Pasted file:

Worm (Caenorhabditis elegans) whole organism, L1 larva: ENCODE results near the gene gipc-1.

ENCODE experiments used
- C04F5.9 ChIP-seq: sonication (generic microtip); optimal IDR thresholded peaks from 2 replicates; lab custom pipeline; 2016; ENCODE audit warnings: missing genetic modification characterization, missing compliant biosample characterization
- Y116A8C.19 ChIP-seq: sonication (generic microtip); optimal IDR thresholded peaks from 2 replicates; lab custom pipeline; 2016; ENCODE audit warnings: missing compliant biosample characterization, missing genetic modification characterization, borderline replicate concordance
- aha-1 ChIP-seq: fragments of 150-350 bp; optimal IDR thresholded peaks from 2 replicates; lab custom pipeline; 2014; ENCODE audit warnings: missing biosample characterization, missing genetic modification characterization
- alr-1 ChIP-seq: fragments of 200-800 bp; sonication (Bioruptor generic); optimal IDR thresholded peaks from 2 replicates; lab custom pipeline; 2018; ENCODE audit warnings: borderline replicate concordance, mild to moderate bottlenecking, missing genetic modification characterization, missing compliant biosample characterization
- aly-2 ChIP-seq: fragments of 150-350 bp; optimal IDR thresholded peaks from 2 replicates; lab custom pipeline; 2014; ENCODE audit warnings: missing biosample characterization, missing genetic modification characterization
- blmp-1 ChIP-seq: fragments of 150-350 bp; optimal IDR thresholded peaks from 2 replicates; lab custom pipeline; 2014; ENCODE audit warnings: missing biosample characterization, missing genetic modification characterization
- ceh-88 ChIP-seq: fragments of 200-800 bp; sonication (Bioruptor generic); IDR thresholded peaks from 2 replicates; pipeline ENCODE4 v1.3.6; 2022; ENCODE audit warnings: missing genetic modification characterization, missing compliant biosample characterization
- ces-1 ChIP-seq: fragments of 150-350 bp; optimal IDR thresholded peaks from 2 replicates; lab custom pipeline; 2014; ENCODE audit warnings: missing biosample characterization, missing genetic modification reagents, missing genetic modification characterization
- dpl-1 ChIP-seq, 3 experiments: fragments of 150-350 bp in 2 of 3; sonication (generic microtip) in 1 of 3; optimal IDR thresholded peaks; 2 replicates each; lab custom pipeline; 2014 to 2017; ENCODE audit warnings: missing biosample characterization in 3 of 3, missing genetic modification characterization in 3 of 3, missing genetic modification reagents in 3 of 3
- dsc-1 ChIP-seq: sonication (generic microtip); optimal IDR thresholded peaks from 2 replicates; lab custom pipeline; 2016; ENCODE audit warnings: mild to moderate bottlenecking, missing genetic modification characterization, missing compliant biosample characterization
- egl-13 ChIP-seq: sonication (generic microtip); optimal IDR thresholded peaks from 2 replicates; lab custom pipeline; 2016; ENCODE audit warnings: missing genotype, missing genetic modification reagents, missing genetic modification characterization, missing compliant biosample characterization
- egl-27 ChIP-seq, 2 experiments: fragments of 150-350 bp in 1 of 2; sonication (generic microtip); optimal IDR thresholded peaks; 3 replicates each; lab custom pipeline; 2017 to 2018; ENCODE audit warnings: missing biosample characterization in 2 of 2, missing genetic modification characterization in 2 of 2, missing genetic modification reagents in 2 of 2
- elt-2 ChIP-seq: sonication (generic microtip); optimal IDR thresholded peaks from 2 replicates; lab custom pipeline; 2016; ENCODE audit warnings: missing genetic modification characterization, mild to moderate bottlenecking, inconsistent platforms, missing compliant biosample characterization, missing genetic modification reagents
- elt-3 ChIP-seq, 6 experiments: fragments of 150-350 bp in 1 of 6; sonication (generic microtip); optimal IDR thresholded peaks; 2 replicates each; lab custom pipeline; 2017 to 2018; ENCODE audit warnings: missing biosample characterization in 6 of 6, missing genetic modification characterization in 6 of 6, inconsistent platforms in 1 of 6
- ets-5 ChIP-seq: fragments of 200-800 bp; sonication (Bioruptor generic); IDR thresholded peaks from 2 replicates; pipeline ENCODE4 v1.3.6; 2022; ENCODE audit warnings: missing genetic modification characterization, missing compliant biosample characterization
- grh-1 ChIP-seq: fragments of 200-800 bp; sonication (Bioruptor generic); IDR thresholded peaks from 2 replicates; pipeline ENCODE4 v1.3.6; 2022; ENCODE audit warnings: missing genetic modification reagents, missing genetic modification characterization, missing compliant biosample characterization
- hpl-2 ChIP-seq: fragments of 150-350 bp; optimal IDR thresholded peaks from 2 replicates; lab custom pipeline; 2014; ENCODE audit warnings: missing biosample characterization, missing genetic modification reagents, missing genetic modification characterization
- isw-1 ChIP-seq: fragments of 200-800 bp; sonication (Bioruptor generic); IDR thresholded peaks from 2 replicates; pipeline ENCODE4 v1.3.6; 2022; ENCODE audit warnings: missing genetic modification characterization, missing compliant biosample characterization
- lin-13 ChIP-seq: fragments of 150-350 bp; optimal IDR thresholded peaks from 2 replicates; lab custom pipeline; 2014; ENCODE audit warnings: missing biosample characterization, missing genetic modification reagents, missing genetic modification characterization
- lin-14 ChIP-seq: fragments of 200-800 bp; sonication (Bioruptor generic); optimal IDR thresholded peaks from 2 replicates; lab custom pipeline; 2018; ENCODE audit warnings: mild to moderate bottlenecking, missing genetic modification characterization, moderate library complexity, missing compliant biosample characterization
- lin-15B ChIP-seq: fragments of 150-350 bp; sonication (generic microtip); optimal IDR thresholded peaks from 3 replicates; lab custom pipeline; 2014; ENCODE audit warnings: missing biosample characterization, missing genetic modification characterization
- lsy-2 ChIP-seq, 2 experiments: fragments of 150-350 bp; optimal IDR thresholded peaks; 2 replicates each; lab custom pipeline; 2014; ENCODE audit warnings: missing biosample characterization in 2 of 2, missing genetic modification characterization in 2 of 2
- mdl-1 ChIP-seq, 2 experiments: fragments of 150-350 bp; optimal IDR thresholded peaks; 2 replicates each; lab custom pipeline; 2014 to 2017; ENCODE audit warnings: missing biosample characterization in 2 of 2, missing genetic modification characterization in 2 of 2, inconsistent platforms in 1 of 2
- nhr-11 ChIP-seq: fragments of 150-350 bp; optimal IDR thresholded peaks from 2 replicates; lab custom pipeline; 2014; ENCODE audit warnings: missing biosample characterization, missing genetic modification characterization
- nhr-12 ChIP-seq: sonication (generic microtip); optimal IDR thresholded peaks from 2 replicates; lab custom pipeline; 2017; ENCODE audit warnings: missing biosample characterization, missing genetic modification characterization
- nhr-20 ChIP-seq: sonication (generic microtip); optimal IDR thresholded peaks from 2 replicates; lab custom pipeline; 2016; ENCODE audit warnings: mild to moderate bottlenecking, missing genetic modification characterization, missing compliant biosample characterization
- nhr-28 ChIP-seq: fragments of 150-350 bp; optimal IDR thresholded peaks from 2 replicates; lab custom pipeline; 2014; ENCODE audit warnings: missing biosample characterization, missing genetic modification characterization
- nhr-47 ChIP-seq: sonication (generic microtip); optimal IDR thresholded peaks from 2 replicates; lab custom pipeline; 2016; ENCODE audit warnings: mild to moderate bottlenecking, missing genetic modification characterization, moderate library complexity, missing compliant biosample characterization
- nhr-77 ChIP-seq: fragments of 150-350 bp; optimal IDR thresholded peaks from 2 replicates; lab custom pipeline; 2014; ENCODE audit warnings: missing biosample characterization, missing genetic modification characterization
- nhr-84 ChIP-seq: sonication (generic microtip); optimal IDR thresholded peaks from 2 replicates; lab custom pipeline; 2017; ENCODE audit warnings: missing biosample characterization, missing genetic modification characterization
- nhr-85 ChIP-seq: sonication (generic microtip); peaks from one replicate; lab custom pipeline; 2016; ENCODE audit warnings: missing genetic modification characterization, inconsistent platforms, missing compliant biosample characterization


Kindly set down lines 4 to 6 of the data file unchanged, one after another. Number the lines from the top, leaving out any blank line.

- Y116A8C.19 ChIP-seq: sonication (generic microtip); optimal IDR thresholded peaks from 2 replicates; lab custom pipeline; 2016; ENCODE audit warnings: missing compliant biosample characterization, missing genetic modification characterization, borderline replicate concordance
- aha-1 ChIP-seq: fragments of 150-350 bp; optimal IDR thresholded peaks from 2 replicates; lab custom pipeline; 2014; ENCODE audit warnings: missing biosample characterization, missing genetic modification characterization
- alr-1 ChIP-seq: fragments of 200-800 bp; sonication (Bioruptor generic); optimal IDR thresholded peaks from 2 replicates; lab custom pipeline; 2018; ENCODE audit warnings: borderline replicate concordance, mild to moderate bottlenecking, missing genetic modification characterization, missing compliant biosample characterization